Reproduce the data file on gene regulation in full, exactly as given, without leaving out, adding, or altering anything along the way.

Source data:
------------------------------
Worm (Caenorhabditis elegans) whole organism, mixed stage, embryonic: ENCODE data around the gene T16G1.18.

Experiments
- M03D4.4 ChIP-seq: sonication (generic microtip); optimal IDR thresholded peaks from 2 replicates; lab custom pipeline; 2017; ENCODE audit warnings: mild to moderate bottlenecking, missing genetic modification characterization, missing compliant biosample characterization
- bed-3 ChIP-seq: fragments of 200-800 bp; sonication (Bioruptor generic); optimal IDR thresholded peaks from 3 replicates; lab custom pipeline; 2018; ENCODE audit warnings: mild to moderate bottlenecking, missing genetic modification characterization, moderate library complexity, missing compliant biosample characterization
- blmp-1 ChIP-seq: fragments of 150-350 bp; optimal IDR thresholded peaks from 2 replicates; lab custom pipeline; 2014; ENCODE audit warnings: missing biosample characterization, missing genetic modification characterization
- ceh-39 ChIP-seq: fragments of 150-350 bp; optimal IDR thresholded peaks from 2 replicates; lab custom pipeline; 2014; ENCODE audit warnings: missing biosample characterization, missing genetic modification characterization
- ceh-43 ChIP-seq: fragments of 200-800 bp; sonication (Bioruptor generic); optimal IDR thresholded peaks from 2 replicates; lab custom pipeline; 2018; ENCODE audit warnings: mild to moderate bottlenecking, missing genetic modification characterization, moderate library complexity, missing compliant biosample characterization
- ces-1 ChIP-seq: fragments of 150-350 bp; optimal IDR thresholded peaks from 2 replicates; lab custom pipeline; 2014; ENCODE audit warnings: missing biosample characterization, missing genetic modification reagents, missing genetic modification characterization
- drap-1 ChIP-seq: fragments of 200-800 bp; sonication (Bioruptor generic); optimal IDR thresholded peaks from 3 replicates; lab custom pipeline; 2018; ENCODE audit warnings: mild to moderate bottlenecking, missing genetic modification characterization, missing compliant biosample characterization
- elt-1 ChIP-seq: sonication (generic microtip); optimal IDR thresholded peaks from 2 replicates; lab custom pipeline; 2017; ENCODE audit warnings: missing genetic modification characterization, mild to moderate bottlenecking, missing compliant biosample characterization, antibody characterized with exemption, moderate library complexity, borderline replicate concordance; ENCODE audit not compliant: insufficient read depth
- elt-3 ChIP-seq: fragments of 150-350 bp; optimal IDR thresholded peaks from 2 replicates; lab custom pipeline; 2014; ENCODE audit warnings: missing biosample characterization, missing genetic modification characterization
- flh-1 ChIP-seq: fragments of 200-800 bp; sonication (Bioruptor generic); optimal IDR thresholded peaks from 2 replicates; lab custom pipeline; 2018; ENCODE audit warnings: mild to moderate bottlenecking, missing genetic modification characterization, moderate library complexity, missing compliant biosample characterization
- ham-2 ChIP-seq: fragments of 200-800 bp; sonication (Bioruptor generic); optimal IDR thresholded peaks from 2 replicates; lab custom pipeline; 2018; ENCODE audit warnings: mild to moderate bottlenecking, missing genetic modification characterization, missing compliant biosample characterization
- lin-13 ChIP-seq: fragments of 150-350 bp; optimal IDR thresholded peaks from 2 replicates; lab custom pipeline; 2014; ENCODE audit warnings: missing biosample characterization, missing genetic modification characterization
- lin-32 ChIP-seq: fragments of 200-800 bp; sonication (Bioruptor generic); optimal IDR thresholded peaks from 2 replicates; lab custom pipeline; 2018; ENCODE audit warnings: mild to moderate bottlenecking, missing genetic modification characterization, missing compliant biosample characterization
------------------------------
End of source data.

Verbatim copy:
Worm (Caenorhabditis elegans) whole organism, mixed stage, embryonic: ENCODE data around the gene T16G1.18.

Experiments
- M03D4.4 ChIP-seq: sonication (generic microtip); optimal IDR thresholded peaks from 2 replicates; lab custom pipeline; 2017; ENCODE audit warnings: mild to moderate bottlenecking, missing genetic modification characterization, missing compliant biosample characterization
- bed-3 ChIP-seq: fragments of 200-800 bp; sonication (Bioruptor generic); optimal IDR thresholded peaks from 3 replicates; lab custom pipeline; 2018; ENCODE audit warnings: mild to moderate bottlenecking, missing genetic modification characterization, moderate library complexity, missing compliant biosample characterization
- blmp-1 ChIP-seq: fragments of 150-350 bp; optimal IDR thresholded peaks from 2 replicates; lab custom pipeline; 2014; ENCODE audit warnings: missing biosample characterization, missing genetic modification characterization
- ceh-39 ChIP-seq: fragments of 150-350 bp; optimal IDR thresholded peaks from 2 replicates; lab custom pipeline; 2014; ENCODE audit warnings: missing biosample characterization, missing genetic modification characterization
- ceh-43 ChIP-seq: fragments of 200-800 bp; sonication (Bioruptor generic); optimal IDR thresholded peaks from 2 replicates; lab custom pipeline; 2018; ENCODE audit warnings: mild to moderate bottlenecking, missing genetic modification characterization, moderate library complexity, missing compliant biosample characterization
- ces-1 ChIP-seq: fragments of 150-350 bp; optimal IDR thresholded peaks from 2 replicates; lab custom pipeline; 2014; ENCODE audit warnings: missing biosample characterization, missing genetic modification reagents, missing genetic modification characterization
- drap-1 ChIP-seq: fragments of 200-800 bp; sonication (Bioruptor generic); optimal IDR thresholded peaks from 3 replicates; lab custom pipeline; 2018; ENCODE audit warnings: mild to moderate bottlenecking, missing genetic modification characterization, missing compliant biosample characterization
- elt-1 ChIP-seq: sonication (generic microtip); optimal IDR thresholded peaks from 2 replicates; lab custom pipeline; 2017; ENCODE audit warnings: missing genetic modification characterization, mild to moderate bottlenecking, missing compliant biosample characterization, antibody characterized with exemption, moderate library complexity, borderline replicate concordance; ENCODE audit not compliant: insufficient read depth
- elt-3 ChIP-seq: fragments of 150-350 bp; optimal IDR thresholded peaks from 2 replicates; lab custom pipeline; 2014; ENCODE audit warnings: missing biosample characterization, missing genetic modification characterization
- flh-1 ChIP-seq: fragments of 200-800 bp; sonication (Bioruptor generic); optimal IDR thresholded peaks from 2 replicates; lab custom pipeline; 2018; ENCODE audit warnings: mild to moderate bottlenecking, missing genetic modification characterization, moderate library complexity, missing compliant biosample characterization
- ham-2 ChIP-seq: fragments of 200-800 bp; sonication (Bioruptor generic); optimal IDR thresholded peaks from 2 replicates; lab custom pipeline; 2018; ENCODE audit warnings: mild to moderate bottlenecking, missing genetic modification characterization, missing compliant biosample characterization
- lin-13 ChIP-seq: fragments of 150-350 bp; optimal IDR thresholded peaks from 2 replicates; lab custom pipeline; 2014; ENCODE audit warnings: missing biosample characterization, missing genetic modification characterization
- lin-32 ChIP-seq: fragments of 200-800 bp; sonication (Bioruptor generic); optimal IDR thresholded peaks from 2 replicates; lab custom pipeline; 2018; ENCODE audit warnings: mild to moderate bottlenecking, missing genetic modification characterization, missing compliant biosample characterization